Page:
FUBU CEO Daymond John advises students on how to swim with the sharks
The ‘Shark Tank’ panelist says he’s learned that business success is not everything in life
Daymond John, FUBU CEO and one of the hosts of ABC’s Shark Tank, has a five-part business plan that works. Otherwise, he wouldn’t be on a network TV reality show or sharing it with students at North Carolina A&T University.
“I got a job at Red Lobster when it was the worst possible time in history, when they decided to introduce something called Cheddar Bay Biscuits,” John said during a talk on campus last week. “If you get paid 10 to 15 percent off the size of the check, but everybody keeps coming in asking for free biscuits and water and then bouncing on you … I thought, there has got to be a better way.”
John’s hourlong lecture was filled with humor, hip-hop references and talk of his personal and professional journey. He covered myriad topics, including his humble beginnings and his success in business.
John was inspired to co-create his clothing line FUBU, which stands for For Us By Us, with three partners after he heard about the reluctance of some clothing lines to sell to the urban community. The FUBU collection consists of T-shirts, sweat shirts, jerseys and hats. According to CNBC, the FUBU brand is worth $6 billion.
John opened his talk by trying to inspire students, saying that everyone has an inner “shark” and emphasizing that money and fame aren’t markers for success.
John said that when they created the idea for the brand, he identified an opportunity for himself to use his S.H.A.R.K. mentality. “Every person who I know that is successful, we have one thing in common: We love what we are doing,” John said.
His five S.H.A.R.K. points outline his approach to business development:
- Set a goal: When John was still working eight-hour shifts at Red Lobster, he made sure he was dedicated to his goal of ensuring that FUBU became a multimillion-dollar company.
- Homework: Research, long hours of preparation and analytics helped John notice the prime market for urban clothing when he helped create FUBU in 1992.
- Adore: John spoke of the life lessons he learned after his wife left him and took his daughters. He explained that no matter what material things you might possess, love is a key component of true happiness in life.
- Remember your brand: John alluded to the significance of self-knowledge and how vital it is to success.
- Keep swimming: John emphasized the importance of persistence and determination in the working world.
“You must be able to accept the word ‘no’; you will hear that word the rest of your life,” he said. When John spoke about Shark Tank and the selection process for companies, the audience was rapt.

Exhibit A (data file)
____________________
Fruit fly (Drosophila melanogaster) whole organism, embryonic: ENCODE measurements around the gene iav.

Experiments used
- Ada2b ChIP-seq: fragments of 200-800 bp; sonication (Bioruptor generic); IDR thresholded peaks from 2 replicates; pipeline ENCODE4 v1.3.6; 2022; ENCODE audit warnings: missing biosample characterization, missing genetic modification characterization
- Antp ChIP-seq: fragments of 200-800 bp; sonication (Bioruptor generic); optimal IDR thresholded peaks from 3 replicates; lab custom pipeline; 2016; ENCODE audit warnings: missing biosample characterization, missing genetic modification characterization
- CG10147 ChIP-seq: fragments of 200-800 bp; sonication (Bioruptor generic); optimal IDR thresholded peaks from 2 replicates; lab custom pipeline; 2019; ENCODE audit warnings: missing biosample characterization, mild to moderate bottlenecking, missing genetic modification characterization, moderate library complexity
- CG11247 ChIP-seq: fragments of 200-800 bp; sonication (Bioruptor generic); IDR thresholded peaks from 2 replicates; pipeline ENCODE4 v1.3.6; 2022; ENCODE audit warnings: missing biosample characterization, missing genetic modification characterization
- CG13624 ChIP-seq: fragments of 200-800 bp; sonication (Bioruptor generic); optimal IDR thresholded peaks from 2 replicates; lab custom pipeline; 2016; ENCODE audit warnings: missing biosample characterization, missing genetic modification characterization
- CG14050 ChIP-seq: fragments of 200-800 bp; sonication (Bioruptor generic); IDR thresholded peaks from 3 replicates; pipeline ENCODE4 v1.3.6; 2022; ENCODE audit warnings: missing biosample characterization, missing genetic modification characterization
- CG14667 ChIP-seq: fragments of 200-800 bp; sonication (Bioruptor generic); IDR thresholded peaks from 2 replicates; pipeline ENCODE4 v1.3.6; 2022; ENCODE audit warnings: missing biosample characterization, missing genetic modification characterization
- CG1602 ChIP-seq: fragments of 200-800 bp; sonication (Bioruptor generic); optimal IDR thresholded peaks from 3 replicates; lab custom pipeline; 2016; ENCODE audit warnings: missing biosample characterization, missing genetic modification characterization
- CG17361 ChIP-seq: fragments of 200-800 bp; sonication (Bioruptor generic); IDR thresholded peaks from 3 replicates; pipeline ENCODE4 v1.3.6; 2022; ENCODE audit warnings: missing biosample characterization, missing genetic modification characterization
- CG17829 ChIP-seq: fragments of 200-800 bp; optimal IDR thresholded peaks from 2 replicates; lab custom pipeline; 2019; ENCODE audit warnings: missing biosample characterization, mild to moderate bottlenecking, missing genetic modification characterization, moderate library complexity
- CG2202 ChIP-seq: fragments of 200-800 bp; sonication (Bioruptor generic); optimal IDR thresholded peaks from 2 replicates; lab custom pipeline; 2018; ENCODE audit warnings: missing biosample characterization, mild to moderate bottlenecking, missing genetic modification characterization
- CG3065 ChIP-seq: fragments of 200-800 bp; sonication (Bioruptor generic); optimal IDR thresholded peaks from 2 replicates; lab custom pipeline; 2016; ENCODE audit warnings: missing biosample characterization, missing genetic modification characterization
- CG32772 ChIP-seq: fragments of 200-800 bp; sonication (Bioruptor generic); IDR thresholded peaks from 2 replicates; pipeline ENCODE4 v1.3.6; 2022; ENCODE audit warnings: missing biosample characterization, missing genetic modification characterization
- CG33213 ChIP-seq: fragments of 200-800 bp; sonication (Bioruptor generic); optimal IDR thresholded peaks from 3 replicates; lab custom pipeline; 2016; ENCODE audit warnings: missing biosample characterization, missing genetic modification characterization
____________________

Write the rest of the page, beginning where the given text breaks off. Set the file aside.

“We do not invest in companies, we invest in people,” he said. “We see people with some of the greatest numbers ever. We will go, ‘Oh, we love that company, but we are going to fire you tomorrow.’
“Then you see somebody there, blubbering and crying, but they’ve got the biggest heart. They have failed a bunch of times but still have a passion for this, and if we fail as a company, then we are going to start another company with them.”
John believes that if you fail to display a genuine passion for what you wish to pursue, then you are better off working with someone else.
He also offered advice on how young adults should ready themselves for the workforce.
“Don’t hide behind your headphones and your Twitter and all that kind of stuff,” John said. “Remember, you are the brand. Can you put yourself personally in two to five words?”
John was the second speaker in a town hall series on campus featuring prominent professionals and leaders.
“It’s a powerful message about success and, quite frankly, defining what success really means, because he suggested that success is not really about the glitz, the glitter, the money, the money, the buildings, the houses … but it is about doing things that you are passionate about and giving to those circumstances where you can make a contribution as well,” said N.C. A&T chancellor Harold Martin.
Freshman civil engineering major Christopher Lyles Jr. said he was pleased with John’s visit.
“I believe he was very inspirational, from his beginnings in New York how he came from a lower-income family to becoming one of the millionaires and billionaires in this world,” Lyles said.
John’s S.H.A.R.K. points and message will help him as a striving college student, he said.
“The biggest one I believe is love, because a lot of the time when people get big they forget their foundation in life,” Lyles said. “He really emphasized how he lost his connections with his ex-wife and children because he got so famous and was living the lavish life but forgot the people that put him there in the first place. I believe that is a lesson that many people could take for themselves.”